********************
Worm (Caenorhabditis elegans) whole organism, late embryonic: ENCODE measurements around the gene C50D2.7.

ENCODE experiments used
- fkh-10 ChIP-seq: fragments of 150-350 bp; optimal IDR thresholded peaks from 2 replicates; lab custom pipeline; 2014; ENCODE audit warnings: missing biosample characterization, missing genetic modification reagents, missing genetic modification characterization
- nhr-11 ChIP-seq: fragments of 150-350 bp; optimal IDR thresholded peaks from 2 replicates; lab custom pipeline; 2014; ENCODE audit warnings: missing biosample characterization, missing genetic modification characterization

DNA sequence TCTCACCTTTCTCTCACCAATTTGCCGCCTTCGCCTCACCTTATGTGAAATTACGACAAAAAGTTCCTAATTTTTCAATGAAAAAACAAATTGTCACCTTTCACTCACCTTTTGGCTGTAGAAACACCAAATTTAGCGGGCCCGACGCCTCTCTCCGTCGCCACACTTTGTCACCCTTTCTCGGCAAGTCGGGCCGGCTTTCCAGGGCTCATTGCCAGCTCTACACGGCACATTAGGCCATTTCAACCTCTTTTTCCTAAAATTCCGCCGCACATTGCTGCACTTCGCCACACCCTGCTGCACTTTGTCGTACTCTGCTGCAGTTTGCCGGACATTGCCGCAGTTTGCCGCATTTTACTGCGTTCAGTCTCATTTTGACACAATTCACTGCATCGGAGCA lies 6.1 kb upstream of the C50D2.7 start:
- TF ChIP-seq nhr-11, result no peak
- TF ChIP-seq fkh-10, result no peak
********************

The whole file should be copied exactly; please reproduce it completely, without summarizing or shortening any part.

Worm (Caenorhabditis elegans) whole organism, late embryonic: ENCODE measurements around the gene C50D2.7.

ENCODE experiments used
- fkh-10 ChIP-seq: fragments of 150-350 bp; optimal IDR thresholded peaks from 2 replicates; lab custom pipeline; 2014; ENCODE audit warnings: missing biosample characterization, missing genetic modification reagents, missing genetic modification characterization
- nhr-11 ChIP-seq: fragments of 150-350 bp; optimal IDR thresholded peaks from 2 replicates; lab custom pipeline; 2014; ENCODE audit warnings: missing biosample characterization, missing genetic modification characterization

DNA sequence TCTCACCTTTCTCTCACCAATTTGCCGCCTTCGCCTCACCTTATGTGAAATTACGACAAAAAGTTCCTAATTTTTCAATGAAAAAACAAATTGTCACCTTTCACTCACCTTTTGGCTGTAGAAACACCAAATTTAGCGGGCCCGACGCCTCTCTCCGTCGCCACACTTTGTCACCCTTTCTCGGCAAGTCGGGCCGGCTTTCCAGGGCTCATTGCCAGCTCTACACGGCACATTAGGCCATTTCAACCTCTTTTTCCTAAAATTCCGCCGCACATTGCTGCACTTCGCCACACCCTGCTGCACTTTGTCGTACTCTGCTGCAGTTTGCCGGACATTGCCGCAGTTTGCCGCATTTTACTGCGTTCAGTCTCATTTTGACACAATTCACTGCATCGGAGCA lies 6.1 kb upstream of the C50D2.7 start:
- TF ChIP-seq nhr-11, result no peak
- TF ChIP-seq fkh-10, result no peak